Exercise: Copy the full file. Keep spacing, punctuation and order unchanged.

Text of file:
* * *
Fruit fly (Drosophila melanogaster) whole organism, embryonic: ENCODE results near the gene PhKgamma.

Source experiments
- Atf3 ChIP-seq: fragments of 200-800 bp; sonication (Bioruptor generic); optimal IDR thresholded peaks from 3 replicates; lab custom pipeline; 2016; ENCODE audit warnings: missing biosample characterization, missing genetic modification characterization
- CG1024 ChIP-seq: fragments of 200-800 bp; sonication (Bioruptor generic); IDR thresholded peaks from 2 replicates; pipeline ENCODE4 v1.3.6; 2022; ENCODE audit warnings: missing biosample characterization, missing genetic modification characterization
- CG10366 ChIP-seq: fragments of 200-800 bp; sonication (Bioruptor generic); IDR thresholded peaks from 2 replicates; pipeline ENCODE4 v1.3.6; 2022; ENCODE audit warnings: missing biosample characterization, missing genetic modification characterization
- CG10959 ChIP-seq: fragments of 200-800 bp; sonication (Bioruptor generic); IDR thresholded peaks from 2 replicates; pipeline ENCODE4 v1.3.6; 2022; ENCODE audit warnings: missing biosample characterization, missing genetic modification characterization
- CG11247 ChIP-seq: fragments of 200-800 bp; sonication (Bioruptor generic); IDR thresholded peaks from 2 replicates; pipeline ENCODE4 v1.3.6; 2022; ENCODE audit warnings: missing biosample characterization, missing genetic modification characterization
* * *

Fruit fly (Drosophila melanogaster) whole organism, embryonic: ENCODE results near the gene PhKgamma.

Source experiments
- Atf3 ChIP-seq: fragments of 200-800 bp; sonication (Bioruptor generic); optimal IDR thresholded peaks from 3 replicates; lab custom pipeline; 2016; ENCODE audit warnings: missing biosample characterization, missing genetic modification characterization
- CG1024 ChIP-seq: fragments of 200-800 bp; sonication (Bioruptor generic); IDR thresholded peaks from 2 replicates; pipeline ENCODE4 v1.3.6; 2022; ENCODE audit warnings: missing biosample characterization, missing genetic modification characterization
- CG10366 ChIP-seq: fragments of 200-800 bp; sonication (Bioruptor generic); IDR thresholded peaks from 2 replicates; pipeline ENCODE4 v1.3.6; 2022; ENCODE audit warnings: missing biosample characterization, missing genetic modification characterization
- CG10959 ChIP-seq: fragments of 200-800 bp; sonication (Bioruptor generic); IDR thresholded peaks from 2 replicates; pipeline ENCODE4 v1.3.6; 2022; ENCODE audit warnings: missing biosample characterization, missing genetic modification characterization
- CG11247 ChIP-seq: fragments of 200-800 bp; sonication (Bioruptor generic); IDR thresholded peaks from 2 replicates; pipeline ENCODE4 v1.3.6; 2022; ENCODE audit warnings: missing biosample characterization, missing genetic modification characterization